Top State Court OKs Columbia Expansion

The New York Court of Appeals on June 24 approved the state’s use of eminent domain to acquire property for Columbia University’s expansion project in West Harlem, overturning the Appellate Division’s ruling that its use was unconstitutional.

All seven judges in the state’s top court found sufficient basis for the state agency’s finding of “blight” in the area—one condition by which the state can invoke its powers to seize private property—and rejected claims by property owners that the public review process had been rigged. They also rejected claims that the property owners’ due-process rights had been denied because the state withheld documents they had sought through Freedom of Information Law requests during the review process, including one from an agency employee saying that the state would “manufacture support for condemnation.”

New York courts have typically given extensive deference to determinations made by state agencies. The conditions under which eminent domain can be invoked are particularly broad and malleable here, according to the Institute for Justice, a national property rights organization which claimed in a 2009 report entitled “Building Empires, Destroying Homes” that “New York is perhaps the worst state in the nation when it comes to eminent domain abuse.”

A majority of the judges accepted that facilities for Columbia University qualified the development as a “civic project,” another criterion by which the state can use eminent domain. State law defines “civic use” as “facilities for educational, cultural, recreational, community, municipal, public service or other civic purposes.” This is the first case in which New York courts have been asked to rule whether private educational institution qualifies under the statute.

Judge Robert S. Smith considered the majority’s acceptance of a broad interpretation of the statute “unnecessary.” He wrote that the issue was discussed “in a vacuum, as though there were no possible constitutional limitation on the breadth of that term.”

The majority opinion stated that Columbia’s expansion is “at least as compelling in its civic dimension” as building a basketball arena for the Nets in downtown Brooklyn as part of the Atlantic Yards project—a development that also relied on the use of eminent domain and withstood legal challenges on grounds similar to those used in the Columbia case. Judge Smith found the expansive interpretation dangerous, asking “would anyone seriously suggest, for example, that private tennis camps or karate schools (“educational” uses), or private casinos or adult video stores (“recreational” uses), qualify as “public” uses in the constitutional sense?”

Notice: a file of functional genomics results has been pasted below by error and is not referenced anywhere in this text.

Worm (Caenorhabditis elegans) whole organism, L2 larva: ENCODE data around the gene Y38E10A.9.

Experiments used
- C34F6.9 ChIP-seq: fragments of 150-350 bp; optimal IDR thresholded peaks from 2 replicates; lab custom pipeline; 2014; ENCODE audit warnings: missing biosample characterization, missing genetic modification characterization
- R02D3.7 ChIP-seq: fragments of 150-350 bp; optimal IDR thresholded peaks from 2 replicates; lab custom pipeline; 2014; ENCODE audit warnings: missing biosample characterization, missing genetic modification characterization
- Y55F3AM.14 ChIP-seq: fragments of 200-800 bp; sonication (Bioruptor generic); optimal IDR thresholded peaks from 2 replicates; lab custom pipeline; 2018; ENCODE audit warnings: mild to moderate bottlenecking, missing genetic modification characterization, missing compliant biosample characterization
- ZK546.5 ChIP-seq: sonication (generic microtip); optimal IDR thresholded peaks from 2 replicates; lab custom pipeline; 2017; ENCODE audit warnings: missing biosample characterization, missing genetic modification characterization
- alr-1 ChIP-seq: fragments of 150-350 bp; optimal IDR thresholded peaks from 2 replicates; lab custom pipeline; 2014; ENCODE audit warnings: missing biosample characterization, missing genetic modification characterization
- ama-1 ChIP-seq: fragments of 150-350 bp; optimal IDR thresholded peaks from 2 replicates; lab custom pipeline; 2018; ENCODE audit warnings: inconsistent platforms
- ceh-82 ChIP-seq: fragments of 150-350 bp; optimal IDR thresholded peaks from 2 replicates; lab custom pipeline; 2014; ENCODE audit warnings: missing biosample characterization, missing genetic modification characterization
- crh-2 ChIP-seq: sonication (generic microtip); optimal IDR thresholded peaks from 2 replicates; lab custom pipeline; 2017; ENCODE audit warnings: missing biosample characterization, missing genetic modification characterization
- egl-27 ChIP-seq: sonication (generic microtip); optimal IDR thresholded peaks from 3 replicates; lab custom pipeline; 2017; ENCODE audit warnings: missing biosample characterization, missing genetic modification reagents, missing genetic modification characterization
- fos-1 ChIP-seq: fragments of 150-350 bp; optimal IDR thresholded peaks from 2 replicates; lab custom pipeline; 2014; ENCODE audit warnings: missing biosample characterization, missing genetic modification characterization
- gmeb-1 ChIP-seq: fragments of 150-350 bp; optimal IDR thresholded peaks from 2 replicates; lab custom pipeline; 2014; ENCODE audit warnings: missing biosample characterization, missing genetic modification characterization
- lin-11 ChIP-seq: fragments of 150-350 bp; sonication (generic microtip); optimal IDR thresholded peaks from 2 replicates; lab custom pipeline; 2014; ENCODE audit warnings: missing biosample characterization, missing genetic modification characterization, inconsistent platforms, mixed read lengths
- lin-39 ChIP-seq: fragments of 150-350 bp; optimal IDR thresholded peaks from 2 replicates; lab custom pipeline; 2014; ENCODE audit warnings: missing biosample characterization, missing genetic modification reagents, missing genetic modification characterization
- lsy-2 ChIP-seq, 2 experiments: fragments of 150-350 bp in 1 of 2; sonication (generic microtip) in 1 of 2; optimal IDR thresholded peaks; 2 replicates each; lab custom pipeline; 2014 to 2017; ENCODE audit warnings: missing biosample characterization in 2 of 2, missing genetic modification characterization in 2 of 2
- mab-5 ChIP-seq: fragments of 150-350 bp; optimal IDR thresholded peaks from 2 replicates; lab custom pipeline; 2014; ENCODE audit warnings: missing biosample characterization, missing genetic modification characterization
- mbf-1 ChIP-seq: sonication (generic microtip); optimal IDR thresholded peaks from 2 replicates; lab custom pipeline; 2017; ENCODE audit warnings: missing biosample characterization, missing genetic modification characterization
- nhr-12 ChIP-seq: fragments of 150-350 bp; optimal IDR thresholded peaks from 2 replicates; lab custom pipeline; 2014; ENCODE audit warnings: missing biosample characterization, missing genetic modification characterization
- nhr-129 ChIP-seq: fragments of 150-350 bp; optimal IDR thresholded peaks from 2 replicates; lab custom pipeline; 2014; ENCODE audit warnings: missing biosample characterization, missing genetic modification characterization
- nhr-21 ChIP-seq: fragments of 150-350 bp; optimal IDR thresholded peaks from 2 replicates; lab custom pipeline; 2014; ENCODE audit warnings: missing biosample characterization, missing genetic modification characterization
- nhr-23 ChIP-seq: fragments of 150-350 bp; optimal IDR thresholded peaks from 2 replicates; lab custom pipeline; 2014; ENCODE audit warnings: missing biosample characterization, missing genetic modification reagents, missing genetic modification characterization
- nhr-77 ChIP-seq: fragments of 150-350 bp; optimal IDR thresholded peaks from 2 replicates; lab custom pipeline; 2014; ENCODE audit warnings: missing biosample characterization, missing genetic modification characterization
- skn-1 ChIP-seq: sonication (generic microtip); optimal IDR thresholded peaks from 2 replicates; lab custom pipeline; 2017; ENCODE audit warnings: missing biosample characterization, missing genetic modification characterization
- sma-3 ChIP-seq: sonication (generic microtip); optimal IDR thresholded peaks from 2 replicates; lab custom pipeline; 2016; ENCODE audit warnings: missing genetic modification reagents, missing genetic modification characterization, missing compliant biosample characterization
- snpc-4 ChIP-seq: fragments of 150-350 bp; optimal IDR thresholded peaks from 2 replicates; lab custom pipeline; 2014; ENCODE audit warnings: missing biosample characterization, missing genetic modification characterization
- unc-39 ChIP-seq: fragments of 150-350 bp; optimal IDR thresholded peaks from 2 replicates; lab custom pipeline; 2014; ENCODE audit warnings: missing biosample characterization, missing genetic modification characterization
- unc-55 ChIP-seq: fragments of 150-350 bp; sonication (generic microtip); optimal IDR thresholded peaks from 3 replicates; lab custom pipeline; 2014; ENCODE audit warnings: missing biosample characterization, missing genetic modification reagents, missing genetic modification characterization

In late spring, Columbia University began demolishing buildings it owns in the project area on a block bounded by 129th and 130th streets, between Broadway and 12th Avenue. The block includes sites owned by the two property owners who still refuse to sell to the university. One, Nick Sprayregen, who has four buildings in the project site that Columbia covets, vowed to appeal to the U.S. Supreme Court.

Few people who seek redress at the nation’s top court have their cases taken, but there is speculation that the current high court wants to revisit its 2005 decision in Kelo v. City of New London, which upheld the use of eminent domain for private economic-development projects. In the 5-4 decision, it was the conservative justices on the court who dissented, seeking stricter limitations on state powers. With the appointments of Samuel Alito and new Chief Justice John Roberts, the Court has become decidedly more sympathetic to corporations; it may also have become more sympathetic to individual property rights.

Columbia’s proposal entails building 6.8 million square feet of new facilities in 16 new high-rise buildings in West Harlem over the next 25 years, during which the university expects thousands of people in the surrounding area would be displaced by rapidly rising rents. Since the plan was first announced in 2003, it has faced strong opposition from within the community.